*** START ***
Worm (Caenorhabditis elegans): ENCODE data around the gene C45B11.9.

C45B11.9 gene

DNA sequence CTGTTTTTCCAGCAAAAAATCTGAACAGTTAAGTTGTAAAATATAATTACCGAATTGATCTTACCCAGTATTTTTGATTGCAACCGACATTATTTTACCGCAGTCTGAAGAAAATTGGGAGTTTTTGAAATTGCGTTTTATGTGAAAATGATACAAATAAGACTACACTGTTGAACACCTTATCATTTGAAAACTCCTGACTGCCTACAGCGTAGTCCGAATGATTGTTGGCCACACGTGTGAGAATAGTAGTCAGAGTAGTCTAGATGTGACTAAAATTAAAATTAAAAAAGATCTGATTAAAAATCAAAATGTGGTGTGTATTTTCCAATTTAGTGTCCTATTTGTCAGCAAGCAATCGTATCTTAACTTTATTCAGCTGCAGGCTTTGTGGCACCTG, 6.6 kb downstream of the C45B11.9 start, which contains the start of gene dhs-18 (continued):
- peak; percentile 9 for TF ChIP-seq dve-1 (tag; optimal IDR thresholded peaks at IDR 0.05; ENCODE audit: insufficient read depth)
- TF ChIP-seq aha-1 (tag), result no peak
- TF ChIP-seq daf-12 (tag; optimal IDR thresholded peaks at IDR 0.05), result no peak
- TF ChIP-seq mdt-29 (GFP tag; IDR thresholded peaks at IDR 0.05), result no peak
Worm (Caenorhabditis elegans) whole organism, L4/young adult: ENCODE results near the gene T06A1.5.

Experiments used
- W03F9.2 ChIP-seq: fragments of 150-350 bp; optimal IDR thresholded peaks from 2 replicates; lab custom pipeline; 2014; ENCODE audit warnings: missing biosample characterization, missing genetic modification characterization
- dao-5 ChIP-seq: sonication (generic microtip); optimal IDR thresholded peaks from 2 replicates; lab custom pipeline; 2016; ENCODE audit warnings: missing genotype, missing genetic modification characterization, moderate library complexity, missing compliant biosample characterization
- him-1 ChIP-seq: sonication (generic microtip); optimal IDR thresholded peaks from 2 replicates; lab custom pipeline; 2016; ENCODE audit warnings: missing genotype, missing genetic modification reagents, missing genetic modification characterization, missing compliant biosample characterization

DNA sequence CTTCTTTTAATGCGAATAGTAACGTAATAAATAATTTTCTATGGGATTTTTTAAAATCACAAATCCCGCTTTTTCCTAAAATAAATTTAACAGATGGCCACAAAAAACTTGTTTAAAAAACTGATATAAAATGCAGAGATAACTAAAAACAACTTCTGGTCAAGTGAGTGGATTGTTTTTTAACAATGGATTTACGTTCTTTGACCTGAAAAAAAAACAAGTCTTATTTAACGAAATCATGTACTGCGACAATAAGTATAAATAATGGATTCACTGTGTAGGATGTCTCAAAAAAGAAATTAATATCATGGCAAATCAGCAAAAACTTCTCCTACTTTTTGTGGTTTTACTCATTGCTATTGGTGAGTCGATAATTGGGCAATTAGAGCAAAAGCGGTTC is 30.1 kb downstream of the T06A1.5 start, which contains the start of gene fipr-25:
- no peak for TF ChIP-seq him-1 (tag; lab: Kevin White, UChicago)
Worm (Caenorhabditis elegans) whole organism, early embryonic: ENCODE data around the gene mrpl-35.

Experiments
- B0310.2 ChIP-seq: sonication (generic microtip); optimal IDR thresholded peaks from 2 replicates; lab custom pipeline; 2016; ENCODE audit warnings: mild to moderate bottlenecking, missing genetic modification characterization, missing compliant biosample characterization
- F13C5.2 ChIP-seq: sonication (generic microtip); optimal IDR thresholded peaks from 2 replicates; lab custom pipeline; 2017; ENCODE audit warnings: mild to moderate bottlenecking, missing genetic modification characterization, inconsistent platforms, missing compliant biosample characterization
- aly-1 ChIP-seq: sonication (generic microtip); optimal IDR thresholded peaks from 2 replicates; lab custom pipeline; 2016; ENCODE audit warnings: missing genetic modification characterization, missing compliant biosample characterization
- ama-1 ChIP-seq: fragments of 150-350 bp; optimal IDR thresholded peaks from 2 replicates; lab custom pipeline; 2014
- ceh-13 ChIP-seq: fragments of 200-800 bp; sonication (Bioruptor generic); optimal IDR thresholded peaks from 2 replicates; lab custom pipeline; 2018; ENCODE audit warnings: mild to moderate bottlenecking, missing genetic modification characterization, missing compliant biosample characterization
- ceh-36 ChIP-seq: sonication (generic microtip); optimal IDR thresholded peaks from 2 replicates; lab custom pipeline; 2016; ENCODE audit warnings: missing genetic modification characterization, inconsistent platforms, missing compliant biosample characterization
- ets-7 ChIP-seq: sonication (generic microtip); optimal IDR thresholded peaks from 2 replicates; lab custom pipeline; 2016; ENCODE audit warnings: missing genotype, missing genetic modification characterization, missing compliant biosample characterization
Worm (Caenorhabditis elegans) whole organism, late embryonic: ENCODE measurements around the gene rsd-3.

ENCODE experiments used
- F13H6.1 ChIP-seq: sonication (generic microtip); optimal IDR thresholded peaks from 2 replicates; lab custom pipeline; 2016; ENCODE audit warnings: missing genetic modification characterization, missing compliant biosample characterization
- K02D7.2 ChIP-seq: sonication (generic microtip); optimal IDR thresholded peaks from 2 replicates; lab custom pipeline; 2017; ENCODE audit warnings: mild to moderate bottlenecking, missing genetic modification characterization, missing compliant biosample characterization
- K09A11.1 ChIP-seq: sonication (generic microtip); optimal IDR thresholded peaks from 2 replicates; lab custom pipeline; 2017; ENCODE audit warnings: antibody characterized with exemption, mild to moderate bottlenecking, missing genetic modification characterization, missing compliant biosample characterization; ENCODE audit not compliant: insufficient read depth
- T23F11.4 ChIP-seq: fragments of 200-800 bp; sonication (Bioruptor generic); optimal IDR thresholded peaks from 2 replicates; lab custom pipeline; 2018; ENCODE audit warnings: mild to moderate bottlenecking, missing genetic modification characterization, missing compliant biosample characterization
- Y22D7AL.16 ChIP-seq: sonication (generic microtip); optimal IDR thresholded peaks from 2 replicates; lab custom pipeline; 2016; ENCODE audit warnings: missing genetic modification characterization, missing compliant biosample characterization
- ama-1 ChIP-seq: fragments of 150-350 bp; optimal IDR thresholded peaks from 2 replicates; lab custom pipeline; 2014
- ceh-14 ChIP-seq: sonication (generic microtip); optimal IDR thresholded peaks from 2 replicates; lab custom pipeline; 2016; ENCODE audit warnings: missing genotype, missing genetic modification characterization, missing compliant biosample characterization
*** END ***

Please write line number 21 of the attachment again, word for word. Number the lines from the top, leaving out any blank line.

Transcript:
- ceh-13 ChIP-seq: fragments of 200-800 bp; sonication (Bioruptor generic); optimal IDR thresholded peaks from 2 replicates; lab custom pipeline; 2018; ENCODE audit warnings: mild to moderate bottlenecking, missing genetic modification characterization, missing compliant biosample characterization